I² and ISNI: Improving the Information Supply Chain with Standard Institutional Identifiers

The NISO Institutional Identifier () Working Group was established to create a standard for an identifier that would support more efficient workflows for the information supply chain by enabling all parties— such as libraries, subscription agents, and publishers—to use the same identifier for the same institution.

For example, when a publisher receives orders for online journals for the same institution from multiple subsidiary departments, it is difficult (and expensive) to make sure all orders are assigned to the correct online account of the institution. failing to do so can result in loss of access to content, frustration with information providers, and added expense for the providers to diagnose and correct the problem. the group built on the work of the Journal Supply Chain Efficiency Improvement Pilot, which demonstrated the improved efficiencies of using an institutional identifier in the journal supply chain.

Over the past 2 years NISO’s working group has been seeking the best infrastructure to support a standard institutional identifier in a scalable, extensible manner. Several other standards and identifiers were studied to select those aspects which worked well and to identify unmet needs and service gaps. during this investigation, we determined that the International Standard name Identifier (ISNI) could be leveraged to meet the infrastructure needs of , while the needs analysis and metadata development performed by the NISO working group could expand the ISNI’s ability to serve institutions. this synchronicity laid the groundwork for a fruitful collaboration.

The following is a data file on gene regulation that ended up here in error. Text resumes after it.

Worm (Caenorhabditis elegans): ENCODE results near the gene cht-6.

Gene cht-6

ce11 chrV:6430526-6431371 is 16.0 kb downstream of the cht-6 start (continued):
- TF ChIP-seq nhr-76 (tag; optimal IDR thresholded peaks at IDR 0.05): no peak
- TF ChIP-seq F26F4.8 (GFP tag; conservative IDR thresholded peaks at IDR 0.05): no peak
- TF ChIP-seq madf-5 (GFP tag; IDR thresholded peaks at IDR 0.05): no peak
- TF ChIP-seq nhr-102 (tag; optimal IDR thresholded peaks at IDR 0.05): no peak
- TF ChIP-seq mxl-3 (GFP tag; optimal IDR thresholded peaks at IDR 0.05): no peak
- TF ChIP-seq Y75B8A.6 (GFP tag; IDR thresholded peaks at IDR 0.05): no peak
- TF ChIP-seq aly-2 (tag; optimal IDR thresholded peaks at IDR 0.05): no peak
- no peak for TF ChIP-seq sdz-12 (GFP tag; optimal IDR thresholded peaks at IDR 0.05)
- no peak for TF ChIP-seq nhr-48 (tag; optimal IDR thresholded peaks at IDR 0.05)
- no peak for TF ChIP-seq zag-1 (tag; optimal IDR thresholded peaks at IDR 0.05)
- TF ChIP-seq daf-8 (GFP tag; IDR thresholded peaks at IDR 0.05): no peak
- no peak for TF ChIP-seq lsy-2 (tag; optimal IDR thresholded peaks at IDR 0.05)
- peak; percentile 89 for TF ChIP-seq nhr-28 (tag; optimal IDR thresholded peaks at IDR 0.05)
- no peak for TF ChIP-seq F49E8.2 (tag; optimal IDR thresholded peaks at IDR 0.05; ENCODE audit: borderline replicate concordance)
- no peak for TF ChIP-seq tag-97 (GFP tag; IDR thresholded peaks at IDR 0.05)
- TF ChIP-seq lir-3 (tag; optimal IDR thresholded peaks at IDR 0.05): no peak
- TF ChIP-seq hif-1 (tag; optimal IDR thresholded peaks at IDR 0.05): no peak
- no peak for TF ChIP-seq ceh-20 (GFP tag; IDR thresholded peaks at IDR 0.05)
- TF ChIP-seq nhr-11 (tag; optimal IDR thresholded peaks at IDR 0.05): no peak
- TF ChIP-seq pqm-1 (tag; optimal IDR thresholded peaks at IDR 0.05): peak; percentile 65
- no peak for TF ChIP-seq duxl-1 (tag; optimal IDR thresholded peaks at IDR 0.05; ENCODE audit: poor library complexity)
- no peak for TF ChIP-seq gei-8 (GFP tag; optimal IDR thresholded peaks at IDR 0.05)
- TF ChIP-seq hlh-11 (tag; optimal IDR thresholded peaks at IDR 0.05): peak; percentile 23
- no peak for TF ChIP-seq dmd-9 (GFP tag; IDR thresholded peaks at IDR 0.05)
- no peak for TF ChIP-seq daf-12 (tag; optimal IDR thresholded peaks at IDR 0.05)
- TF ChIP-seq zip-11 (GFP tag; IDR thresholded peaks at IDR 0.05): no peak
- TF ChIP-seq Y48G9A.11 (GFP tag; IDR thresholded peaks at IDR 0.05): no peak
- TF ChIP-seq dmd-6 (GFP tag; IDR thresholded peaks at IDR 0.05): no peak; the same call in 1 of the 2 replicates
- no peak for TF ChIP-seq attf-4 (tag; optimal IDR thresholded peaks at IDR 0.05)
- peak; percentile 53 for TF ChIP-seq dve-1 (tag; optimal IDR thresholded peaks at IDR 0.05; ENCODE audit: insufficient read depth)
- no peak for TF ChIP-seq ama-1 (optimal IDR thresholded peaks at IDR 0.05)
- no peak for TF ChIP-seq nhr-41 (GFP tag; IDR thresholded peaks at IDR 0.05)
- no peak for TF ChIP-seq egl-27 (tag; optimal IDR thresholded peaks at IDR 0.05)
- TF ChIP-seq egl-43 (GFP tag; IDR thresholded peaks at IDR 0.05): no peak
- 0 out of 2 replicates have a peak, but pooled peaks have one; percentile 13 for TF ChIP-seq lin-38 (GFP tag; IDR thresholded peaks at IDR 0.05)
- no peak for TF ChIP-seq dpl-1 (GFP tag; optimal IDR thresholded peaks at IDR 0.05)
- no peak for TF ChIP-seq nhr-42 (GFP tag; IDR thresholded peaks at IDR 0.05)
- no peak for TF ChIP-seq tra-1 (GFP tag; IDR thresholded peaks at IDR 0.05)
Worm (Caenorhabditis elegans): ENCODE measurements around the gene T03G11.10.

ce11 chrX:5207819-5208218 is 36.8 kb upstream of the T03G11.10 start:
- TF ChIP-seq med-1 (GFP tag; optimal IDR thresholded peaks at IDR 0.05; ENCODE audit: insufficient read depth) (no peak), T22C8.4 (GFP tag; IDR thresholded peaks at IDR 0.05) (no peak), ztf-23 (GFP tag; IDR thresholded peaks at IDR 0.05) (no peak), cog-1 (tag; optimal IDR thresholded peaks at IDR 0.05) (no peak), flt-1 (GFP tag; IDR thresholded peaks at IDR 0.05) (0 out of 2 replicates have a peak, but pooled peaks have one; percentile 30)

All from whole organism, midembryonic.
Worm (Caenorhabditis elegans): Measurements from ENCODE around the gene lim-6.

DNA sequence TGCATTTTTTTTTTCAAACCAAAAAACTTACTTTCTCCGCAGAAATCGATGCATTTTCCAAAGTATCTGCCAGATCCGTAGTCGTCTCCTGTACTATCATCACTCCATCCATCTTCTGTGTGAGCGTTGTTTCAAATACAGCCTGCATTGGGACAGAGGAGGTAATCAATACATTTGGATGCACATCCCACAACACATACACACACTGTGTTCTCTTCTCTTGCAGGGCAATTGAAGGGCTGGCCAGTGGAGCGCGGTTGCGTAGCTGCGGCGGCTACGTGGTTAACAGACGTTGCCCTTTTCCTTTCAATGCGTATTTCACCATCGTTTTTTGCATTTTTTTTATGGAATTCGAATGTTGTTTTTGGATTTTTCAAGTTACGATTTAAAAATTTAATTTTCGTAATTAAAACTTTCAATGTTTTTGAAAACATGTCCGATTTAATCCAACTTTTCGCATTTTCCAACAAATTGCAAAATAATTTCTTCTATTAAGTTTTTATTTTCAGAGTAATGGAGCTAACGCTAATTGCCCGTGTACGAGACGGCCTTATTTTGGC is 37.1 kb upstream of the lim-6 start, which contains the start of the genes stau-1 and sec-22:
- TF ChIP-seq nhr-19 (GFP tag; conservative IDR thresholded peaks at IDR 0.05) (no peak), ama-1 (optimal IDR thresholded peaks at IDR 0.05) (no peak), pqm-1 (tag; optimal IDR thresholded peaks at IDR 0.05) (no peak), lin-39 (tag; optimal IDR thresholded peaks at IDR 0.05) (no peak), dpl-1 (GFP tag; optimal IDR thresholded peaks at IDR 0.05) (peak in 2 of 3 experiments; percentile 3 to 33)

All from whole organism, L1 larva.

ISNI Offers a Solution

ISNI is an approved international standard (ISO 27729) that was developed to provide a standard identifier for people (such as authors, characters, and public figures) and the institutions with which they are affiliated (such as publishers and universities). ISNI has already received strong support from organizations in the publishing and information access arenas, and the not-for-profit ISNI International Agency (ISNI-IA) is developing the infrastructure to implement and manage the identifiers. the base of this infrastructure, the ISNI registration authority (RA) appointed by ISO, will be in charge of creating and maintaining the ISNI reference database, as well as the overall administration and governance of the ISNI standard. the RA's real-time systems will allow business partners—ISNI registration agencies (RAGs)—to obtain a new identifier or look up a registered entry. Registration agencies are appointed by the ISNI International Agency; any business entity with a proven interest in the scope of ISNI will be eligible for consideration. The ISNI business model encourages the diffusion and use of ISNIs once they have been established; therefore, it is reasonable to expect these identifiers to be used by organizations that are not formal registration agencies. The basic requirement is being able to handle an identifier of 16 decimal digits (the last is a check digit).

ISNI has the potential to be the solution for identification of institutions within the information supply chain. an example of how this would work is as follows: